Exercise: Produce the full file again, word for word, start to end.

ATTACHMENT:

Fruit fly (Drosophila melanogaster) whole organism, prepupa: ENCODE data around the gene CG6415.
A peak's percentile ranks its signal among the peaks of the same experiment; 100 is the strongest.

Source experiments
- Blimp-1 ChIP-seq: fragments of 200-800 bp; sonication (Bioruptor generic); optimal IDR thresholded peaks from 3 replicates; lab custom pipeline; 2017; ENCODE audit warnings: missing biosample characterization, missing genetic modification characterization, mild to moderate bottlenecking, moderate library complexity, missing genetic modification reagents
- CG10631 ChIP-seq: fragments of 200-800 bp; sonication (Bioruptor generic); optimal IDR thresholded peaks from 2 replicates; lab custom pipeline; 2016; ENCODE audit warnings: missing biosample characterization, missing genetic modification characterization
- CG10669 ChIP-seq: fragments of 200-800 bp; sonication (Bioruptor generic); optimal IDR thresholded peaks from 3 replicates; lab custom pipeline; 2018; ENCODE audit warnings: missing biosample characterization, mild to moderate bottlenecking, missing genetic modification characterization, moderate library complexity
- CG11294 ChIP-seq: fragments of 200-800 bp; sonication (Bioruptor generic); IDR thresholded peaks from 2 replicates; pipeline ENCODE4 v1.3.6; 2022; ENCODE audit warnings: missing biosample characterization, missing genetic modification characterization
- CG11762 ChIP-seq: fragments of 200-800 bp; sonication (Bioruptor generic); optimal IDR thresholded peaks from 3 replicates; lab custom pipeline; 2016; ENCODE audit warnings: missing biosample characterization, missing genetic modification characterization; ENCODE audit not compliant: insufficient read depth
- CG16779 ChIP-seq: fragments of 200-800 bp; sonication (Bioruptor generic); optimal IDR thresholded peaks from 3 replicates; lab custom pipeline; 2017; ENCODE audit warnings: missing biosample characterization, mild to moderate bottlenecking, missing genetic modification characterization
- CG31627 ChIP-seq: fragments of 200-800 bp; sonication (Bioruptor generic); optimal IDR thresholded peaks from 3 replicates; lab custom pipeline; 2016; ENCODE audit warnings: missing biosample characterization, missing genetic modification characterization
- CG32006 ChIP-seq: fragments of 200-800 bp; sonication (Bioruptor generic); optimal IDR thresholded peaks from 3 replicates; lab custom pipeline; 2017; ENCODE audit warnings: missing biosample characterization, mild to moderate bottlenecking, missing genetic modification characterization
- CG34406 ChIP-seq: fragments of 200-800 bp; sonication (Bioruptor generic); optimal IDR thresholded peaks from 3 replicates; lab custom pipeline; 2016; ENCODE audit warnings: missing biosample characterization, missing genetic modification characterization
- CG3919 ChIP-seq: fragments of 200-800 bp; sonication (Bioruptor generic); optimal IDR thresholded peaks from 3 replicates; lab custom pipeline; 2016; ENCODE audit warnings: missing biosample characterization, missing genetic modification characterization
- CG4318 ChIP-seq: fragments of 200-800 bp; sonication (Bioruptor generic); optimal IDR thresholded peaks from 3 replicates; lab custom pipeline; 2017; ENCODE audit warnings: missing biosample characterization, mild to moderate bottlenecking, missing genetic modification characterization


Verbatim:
Fruit fly (Drosophila melanogaster) whole organism, prepupa: ENCODE data around the gene CG6415.
A peak's percentile ranks its signal among the peaks of the same experiment; 100 is the strongest.

Source experiments
- Blimp-1 ChIP-seq: fragments of 200-800 bp; sonication (Bioruptor generic); optimal IDR thresholded peaks from 3 replicates; lab custom pipeline; 2017; ENCODE audit warnings: missing biosample characterization, missing genetic modification characterization, mild to moderate bottlenecking, moderate library complexity, missing genetic modification reagents
- CG10631 ChIP-seq: fragments of 200-800 bp; sonication (Bioruptor generic); optimal IDR thresholded peaks from 2 replicates; lab custom pipeline; 2016; ENCODE audit warnings: missing biosample characterization, missing genetic modification characterization
- CG10669 ChIP-seq: fragments of 200-800 bp; sonication (Bioruptor generic); optimal IDR thresholded peaks from 3 replicates; lab custom pipeline; 2018; ENCODE audit warnings: missing biosample characterization, mild to moderate bottlenecking, missing genetic modification characterization, moderate library complexity
- CG11294 ChIP-seq: fragments of 200-800 bp; sonication (Bioruptor generic); IDR thresholded peaks from 2 replicates; pipeline ENCODE4 v1.3.6; 2022; ENCODE audit warnings: missing biosample characterization, missing genetic modification characterization
- CG11762 ChIP-seq: fragments of 200-800 bp; sonication (Bioruptor generic); optimal IDR thresholded peaks from 3 replicates; lab custom pipeline; 2016; ENCODE audit warnings: missing biosample characterization, missing genetic modification characterization; ENCODE audit not compliant: insufficient read depth
- CG16779 ChIP-seq: fragments of 200-800 bp; sonication (Bioruptor generic); optimal IDR thresholded peaks from 3 replicates; lab custom pipeline; 2017; ENCODE audit warnings: missing biosample characterization, mild to moderate bottlenecking, missing genetic modification characterization
- CG31627 ChIP-seq: fragments of 200-800 bp; sonication (Bioruptor generic); optimal IDR thresholded peaks from 3 replicates; lab custom pipeline; 2016; ENCODE audit warnings: missing biosample characterization, missing genetic modification characterization
- CG32006 ChIP-seq: fragments of 200-800 bp; sonication (Bioruptor generic); optimal IDR thresholded peaks from 3 replicates; lab custom pipeline; 2017; ENCODE audit warnings: missing biosample characterization, mild to moderate bottlenecking, missing genetic modification characterization
- CG34406 ChIP-seq: fragments of 200-800 bp; sonication (Bioruptor generic); optimal IDR thresholded peaks from 3 replicates; lab custom pipeline; 2016; ENCODE audit warnings: missing biosample characterization, missing genetic modification characterization
- CG3919 ChIP-seq: fragments of 200-800 bp; sonication (Bioruptor generic); optimal IDR thresholded peaks from 3 replicates; lab custom pipeline; 2016; ENCODE audit warnings: missing biosample characterization, missing genetic modification characterization
- CG4318 ChIP-seq: fragments of 200-800 bp; sonication (Bioruptor generic); optimal IDR thresholded peaks from 3 replicates; lab custom pipeline; 2017; ENCODE audit warnings: missing biosample characterization, mild to moderate bottlenecking, missing genetic modification characterization